At Tanjong Beach Club, an infinity pool sits right by the sea, so you can admire the view of sand and waves without getting your feet salt-wet and sandy. Besides, the pool pump and cleaning system might clog with too much sand if you were to initially bathe in the sea, so admiring from a distance with drink in hand, is encouraged.
To facilitate this idyllic and luxurious experience of nature, umbrella shaded lounge seats are readily available at the Tanjong Beach Club, with the neat, symmetric pool looking inviting with its infinity edge visually blending with the actual sea.
In general, I came away from my recent visit to Sentosa with a duo-undertone of impressions. An ambivalence that I experienced in being back at Sentosa, to which the meeting with the peacock makes for a good allegory of a case of who are you? And, where are you going? However, admittedly, the piercing stare of the peacock could have just as well have meant what, are you? (And, why are you not having blue feathers on your head?).
It was thus both comfortable and uncomfortable, finding my way back to Sentosa.
Whilst I enjoyed the excellent customer service, the dipping of feet into the unsalted cool chlorine purified pool waters, to be able to order whatever desired direct from a menu placed swiftly between the fingertips even as you settle into that bar stool, what has been stripped in this experience is that absolute sense of awe, wonder and excitement for what is authentic, and what is real. The cordoned off area for swimming signaling “not beyond this line” is there both for our safety but also as a deeper reminder of where your limits in life are.
Considering the population density of Singapore perhaps all the prescription and rules, social and otherwise, are necessary. But at the same time, it seems there exists an underlying visual semiosis of cues that reflect a discouraging of individual responsibility. A potential consequence of these subtleties in the long term (perhaps already observable at certain levels of society), is to impede the process of social and perhaps political maturing of a society in general.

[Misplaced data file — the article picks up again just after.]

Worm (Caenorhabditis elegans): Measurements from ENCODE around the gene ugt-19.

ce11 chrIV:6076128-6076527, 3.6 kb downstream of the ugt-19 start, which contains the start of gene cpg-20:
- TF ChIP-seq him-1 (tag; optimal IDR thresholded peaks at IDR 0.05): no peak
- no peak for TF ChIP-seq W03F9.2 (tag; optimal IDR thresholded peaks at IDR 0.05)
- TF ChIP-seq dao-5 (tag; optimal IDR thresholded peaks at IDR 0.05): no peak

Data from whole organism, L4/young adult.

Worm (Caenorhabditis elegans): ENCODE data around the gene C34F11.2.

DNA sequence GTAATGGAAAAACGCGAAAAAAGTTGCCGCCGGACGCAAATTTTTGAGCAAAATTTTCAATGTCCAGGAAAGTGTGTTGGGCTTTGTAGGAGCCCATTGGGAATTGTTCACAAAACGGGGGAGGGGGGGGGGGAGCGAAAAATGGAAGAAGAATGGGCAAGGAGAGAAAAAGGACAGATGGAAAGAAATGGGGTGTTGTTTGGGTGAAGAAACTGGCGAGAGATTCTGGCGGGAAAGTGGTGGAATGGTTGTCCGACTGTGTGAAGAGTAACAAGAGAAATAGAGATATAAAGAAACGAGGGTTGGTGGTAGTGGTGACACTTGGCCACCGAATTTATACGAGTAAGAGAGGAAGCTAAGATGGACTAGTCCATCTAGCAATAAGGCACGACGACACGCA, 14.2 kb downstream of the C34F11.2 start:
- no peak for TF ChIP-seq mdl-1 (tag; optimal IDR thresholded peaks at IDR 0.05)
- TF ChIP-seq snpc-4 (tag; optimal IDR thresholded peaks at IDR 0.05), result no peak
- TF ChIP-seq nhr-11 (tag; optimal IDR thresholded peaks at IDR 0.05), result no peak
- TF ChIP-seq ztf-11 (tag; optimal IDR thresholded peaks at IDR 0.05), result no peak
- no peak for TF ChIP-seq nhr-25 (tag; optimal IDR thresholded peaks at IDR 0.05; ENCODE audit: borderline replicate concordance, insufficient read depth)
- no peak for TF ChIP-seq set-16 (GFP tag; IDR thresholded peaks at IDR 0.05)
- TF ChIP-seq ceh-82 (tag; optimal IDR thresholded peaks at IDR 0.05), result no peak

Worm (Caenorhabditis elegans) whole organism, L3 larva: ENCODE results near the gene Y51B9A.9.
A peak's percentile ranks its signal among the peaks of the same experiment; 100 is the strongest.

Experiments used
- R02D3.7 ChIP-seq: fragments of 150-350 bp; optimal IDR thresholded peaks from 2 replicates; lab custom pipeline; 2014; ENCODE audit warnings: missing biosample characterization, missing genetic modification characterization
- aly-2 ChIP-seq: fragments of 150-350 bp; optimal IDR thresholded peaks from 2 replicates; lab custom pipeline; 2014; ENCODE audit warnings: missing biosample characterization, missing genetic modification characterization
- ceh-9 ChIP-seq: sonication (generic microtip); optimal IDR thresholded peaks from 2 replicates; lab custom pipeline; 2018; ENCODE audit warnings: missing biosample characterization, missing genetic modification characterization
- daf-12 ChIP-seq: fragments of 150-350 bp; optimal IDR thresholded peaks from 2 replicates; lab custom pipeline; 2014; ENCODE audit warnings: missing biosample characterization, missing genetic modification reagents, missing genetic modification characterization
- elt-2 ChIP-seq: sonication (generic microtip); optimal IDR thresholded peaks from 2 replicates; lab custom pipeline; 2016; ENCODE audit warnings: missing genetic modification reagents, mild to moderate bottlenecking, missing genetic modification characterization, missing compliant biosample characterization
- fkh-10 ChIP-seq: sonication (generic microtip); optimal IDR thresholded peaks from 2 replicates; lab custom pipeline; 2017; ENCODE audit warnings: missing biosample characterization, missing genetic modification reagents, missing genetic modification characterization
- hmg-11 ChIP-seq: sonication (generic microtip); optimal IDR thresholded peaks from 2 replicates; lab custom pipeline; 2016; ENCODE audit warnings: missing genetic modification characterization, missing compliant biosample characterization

Nonetheless, it is an impressive accomplishment that the small island of Sentosa has been developed to the extent of being able to host about 19 million guests at its numerous attractions in 2011.
Where urban meets nature. A shower, by the poolside, by the beach.
Singapore has done much in terms of green living, incorporating an environmental consciousness of sustained living and tourism into its development plans. As one example of many global accolades to its efforts on that front, Sentosa was selected as a finalist for the prestigious Tourism for Tomorrow Awards’ (TTA) Destination Stewardship Award, organized by the World Travel & Tourism Council (WTTC).
The country’s sustainability and green efforts come adjacent in ideological values with its determined efficiency at being the world’s best, which then comes with the implicature that the core agenda of sustainability thus defined, remains framed in the paradigm of economic competitiveness that is known to contribute to the consumption and depletion of global resources.
Judging from the country’s ability to thus far, quickly adapt to changing business environments, where Singapore can be described as a city in a constant state of transformation, perhaps it is from here that in time, a paradigm shift of thought might come about that allows for a model of living currently framed heavily in the economic-transactions cost paradigm, to evolve and encompass values that facilitate a lifestyle beyond being a materially developed country.